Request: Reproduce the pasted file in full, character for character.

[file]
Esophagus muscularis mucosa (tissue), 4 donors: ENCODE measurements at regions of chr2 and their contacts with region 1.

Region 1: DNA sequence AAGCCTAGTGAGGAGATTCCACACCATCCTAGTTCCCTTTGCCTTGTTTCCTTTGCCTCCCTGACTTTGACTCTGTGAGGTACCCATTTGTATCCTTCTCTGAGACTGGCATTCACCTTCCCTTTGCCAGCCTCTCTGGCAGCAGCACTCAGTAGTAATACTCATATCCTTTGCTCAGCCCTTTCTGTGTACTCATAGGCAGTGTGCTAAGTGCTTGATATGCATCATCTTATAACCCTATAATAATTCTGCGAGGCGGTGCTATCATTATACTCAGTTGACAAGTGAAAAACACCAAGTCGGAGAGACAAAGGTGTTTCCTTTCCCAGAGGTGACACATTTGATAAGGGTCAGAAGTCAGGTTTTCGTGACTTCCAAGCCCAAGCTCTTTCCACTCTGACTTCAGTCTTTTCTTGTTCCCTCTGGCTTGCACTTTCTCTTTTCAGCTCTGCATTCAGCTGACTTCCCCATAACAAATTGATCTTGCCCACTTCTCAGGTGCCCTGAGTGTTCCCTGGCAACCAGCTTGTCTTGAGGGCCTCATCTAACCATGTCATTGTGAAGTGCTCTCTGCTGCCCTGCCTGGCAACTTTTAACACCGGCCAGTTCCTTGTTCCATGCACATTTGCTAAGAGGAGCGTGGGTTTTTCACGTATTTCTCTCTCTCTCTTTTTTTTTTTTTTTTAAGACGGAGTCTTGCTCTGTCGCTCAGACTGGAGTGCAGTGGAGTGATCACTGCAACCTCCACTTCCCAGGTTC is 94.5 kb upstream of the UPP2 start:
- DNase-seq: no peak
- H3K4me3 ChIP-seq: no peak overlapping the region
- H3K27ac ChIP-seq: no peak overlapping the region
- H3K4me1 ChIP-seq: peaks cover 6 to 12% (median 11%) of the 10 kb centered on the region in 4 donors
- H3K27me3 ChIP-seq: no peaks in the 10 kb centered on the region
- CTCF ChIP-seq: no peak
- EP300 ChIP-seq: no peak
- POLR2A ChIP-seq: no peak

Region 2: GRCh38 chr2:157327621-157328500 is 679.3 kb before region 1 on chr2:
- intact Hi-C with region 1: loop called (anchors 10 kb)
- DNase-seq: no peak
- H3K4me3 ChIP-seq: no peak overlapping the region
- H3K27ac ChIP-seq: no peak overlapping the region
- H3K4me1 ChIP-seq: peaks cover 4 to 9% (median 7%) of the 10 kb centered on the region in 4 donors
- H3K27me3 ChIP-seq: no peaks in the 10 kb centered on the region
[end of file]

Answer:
Esophagus muscularis mucosa (tissue), 4 donors: ENCODE measurements at regions of chr2 and their contacts with region 1.

Region 1: DNA sequence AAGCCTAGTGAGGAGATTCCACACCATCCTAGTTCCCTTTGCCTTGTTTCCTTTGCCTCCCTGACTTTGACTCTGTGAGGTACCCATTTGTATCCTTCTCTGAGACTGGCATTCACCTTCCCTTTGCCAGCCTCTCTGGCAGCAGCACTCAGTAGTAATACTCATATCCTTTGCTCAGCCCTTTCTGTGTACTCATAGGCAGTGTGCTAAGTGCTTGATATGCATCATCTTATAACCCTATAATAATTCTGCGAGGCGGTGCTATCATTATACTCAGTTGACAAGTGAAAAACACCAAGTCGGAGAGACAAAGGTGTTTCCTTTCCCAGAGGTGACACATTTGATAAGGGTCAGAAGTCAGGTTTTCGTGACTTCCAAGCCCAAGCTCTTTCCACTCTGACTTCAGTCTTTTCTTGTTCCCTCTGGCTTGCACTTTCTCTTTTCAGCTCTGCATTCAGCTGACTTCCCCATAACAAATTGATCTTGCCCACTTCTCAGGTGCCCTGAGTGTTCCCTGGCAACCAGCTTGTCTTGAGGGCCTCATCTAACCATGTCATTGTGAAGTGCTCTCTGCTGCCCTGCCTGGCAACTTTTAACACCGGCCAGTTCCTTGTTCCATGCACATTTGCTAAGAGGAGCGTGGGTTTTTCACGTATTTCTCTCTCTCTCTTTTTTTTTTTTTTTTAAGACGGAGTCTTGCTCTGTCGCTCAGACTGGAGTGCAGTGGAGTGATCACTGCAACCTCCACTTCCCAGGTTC is 94.5 kb upstream of the UPP2 start:
- DNase-seq: no peak
- H3K4me3 ChIP-seq: no peak overlapping the region
- H3K27ac ChIP-seq: no peak overlapping the region
- H3K4me1 ChIP-seq: peaks cover 6 to 12% (median 11%) of the 10 kb centered on the region in 4 donors
- H3K27me3 ChIP-seq: no peaks in the 10 kb centered on the region
- CTCF ChIP-seq: no peak
- EP300 ChIP-seq: no peak
- POLR2A ChIP-seq: no peak

Region 2: GRCh38 chr2:157327621-157328500 is 679.3 kb before region 1 on chr2:
- intact Hi-C with region 1: loop called (anchors 10 kb)
- DNase-seq: no peak
- H3K4me3 ChIP-seq: no peak overlapping the region
- H3K27ac ChIP-seq: no peak overlapping the region
- H3K4me1 ChIP-seq: peaks cover 4 to 9% (median 7%) of the 10 kb centered on the region in 4 donors
- H3K27me3 ChIP-seq: no peaks in the 10 kb centered on the region